An Iterative Boundary Random Walks Algorithm for Interactive Image Segmentation

An Iterative Boundary Random Walks Algorithm for Interactive Image Segmentation

Xiaofeng Xie, Zhu Liang Yu, Zhenghui Gu  and Yuanqing Li X. Xie, Z. L. Yu, Z. Gu and Y. Li are with the College of Automation Science and Engineering, South China University of Technology, Guangzhou, China, 510641.
Corresponding author Email addresses: zlyu@scut.edu.cn
Abstract

The interactive image segmentation algorithm can provide an intelligent ways to understand the intention of user input. Many interactive methods have the problem of that ask for large number of user input. To efficient produce intuitive segmentation under limited user input is important for industrial application. In this paper, we reveal a positive feedback system on image segmentation to show the pixels of self-learning. Two approaches, iterative random walks and boundary random walks, are proposed for segmentation potential, which is the key step in feedback system. Experiment results on image segmentation indicates that proposed algorithms can obtain more efficient input to random walks. And higher segmentation performance can be obtained by applying the iterative boundary random walks algorithm.

Image segmentation, random walks, positive feedback, semi-supervised learning

I Introduction

Interactive image segmentation with simple user input has been an important research topic in the field of image analysis recently [1, 2, 3, 4, 5]. There are some successful applications, such as video surveillance [6], image retrieval [7], medical image analysis [8], and object detection [9], etc. To segment a foreground object out from its surrounding background, the user should give a certain user inputs for interactive algorithms. A large number of user inputs are expensive and tedious to acquire, especially in processing video sequences. This paper attempts to interactively cut out a desired object with less user inputs. Our goal is to develop iterative segmentation algorithm that acquire more reliable input, i.e. semi-seeds, according to segmentation results.

I-a Related Work

Generally, interactive image segmentation algorithm produces a binary map, i.e., a pixel belongs to either foreground or background. The approaches for interactive segmentation can roughly be classified into two categories according to the type of user inputs, and they are briefly reviewed as follows.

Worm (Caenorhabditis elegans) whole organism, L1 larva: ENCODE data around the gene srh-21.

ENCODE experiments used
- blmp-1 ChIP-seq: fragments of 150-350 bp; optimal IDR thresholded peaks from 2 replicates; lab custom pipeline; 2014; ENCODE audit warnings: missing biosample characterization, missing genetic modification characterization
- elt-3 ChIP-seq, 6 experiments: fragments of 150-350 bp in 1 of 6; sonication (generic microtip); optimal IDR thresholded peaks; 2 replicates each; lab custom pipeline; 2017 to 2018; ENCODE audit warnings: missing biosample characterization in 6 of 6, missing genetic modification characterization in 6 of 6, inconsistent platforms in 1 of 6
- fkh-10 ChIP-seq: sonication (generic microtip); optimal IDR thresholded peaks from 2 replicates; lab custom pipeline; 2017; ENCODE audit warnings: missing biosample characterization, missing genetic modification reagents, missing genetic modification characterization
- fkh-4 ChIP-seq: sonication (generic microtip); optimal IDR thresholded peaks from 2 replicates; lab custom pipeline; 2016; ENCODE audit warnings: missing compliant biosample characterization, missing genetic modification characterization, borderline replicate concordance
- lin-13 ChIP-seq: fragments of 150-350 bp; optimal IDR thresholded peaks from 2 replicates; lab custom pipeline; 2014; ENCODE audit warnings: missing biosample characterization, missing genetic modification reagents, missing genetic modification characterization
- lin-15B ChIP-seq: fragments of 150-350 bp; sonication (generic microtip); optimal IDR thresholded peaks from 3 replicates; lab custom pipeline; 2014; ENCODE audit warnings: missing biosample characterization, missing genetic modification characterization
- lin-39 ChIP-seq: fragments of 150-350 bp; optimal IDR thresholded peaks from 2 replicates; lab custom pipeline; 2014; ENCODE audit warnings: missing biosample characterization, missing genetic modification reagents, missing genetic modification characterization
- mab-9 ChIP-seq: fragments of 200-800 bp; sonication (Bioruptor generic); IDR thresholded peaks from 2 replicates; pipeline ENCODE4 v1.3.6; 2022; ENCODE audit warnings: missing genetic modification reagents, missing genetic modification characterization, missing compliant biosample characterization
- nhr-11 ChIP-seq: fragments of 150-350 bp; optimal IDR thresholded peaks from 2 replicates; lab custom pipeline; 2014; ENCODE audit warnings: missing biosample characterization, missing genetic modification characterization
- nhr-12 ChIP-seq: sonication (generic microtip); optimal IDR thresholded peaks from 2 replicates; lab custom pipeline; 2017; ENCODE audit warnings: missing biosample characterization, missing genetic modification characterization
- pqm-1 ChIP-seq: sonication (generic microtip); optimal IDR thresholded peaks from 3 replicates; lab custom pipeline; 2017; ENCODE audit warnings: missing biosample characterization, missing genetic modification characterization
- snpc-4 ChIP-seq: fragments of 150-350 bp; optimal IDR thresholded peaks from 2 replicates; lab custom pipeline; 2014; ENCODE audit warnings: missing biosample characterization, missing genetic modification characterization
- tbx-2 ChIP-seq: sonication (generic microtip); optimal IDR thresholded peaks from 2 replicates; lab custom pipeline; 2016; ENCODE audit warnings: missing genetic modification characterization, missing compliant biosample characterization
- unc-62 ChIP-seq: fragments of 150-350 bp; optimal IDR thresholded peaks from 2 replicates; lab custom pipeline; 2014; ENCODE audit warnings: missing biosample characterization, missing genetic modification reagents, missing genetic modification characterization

1) The user input is an area that close to the desired cutting contour. Active contour [10] and intelligent scissor [11] are two earliest interactive image segmentation methods. They both utilize the boundary properties of image. The active contour algorithm requires to place input near the desired boundary, and intelligent scissor algorithm requires to place input along the desired contour of the foreground object. The intelligent scissor algorithm is difficult to be used in processing images with low contrast or noisy boundaries. The problem of active contour algorithm is likely to be involved in local minimum. Recently, graph cut based methods [12], like LazySnapping algorithm [13] and GrabCut method [14], were developed by utilizing the boundary and regional properties. The LazySnapping algorithm models an image as a graph where each node represents a pixel and two nodes are connected with a weighted edge. The GrabCut method models the foreground and background pixels according to the Gaussian Mixture Models. However, GrabCut is difficult to process image whose foreground and background share similar color distribution. Another popular approach, SIOX algorithm [15], is derived from color signature. It works well with noise and videos, but depends heavily upon the foreground and background color distribution.

2) The user input is the labeling of some pixels which belong to background or foreground. Random walks algorithm [16] efficiently segment the image with only two types of user input, background seeds and foreground seeds. After setting the background seeds and foreground seeds, each pixel in image can be classified by the probability that a random walker starting from one pixel first arrives at one of the foreground seeds. The performance of Random walks algorithm is sensitive to the positions and number of the seeds. Constraints random walks [1] adds two more types of user inputs to reflect the user’s intention. By solving the constraints harmonic functions, it can achieve better image segmentation performance than the random walks algorithm. However, it cannot handle transparent or semitransparent boundaries such as semilucent hair.

I-B Our Work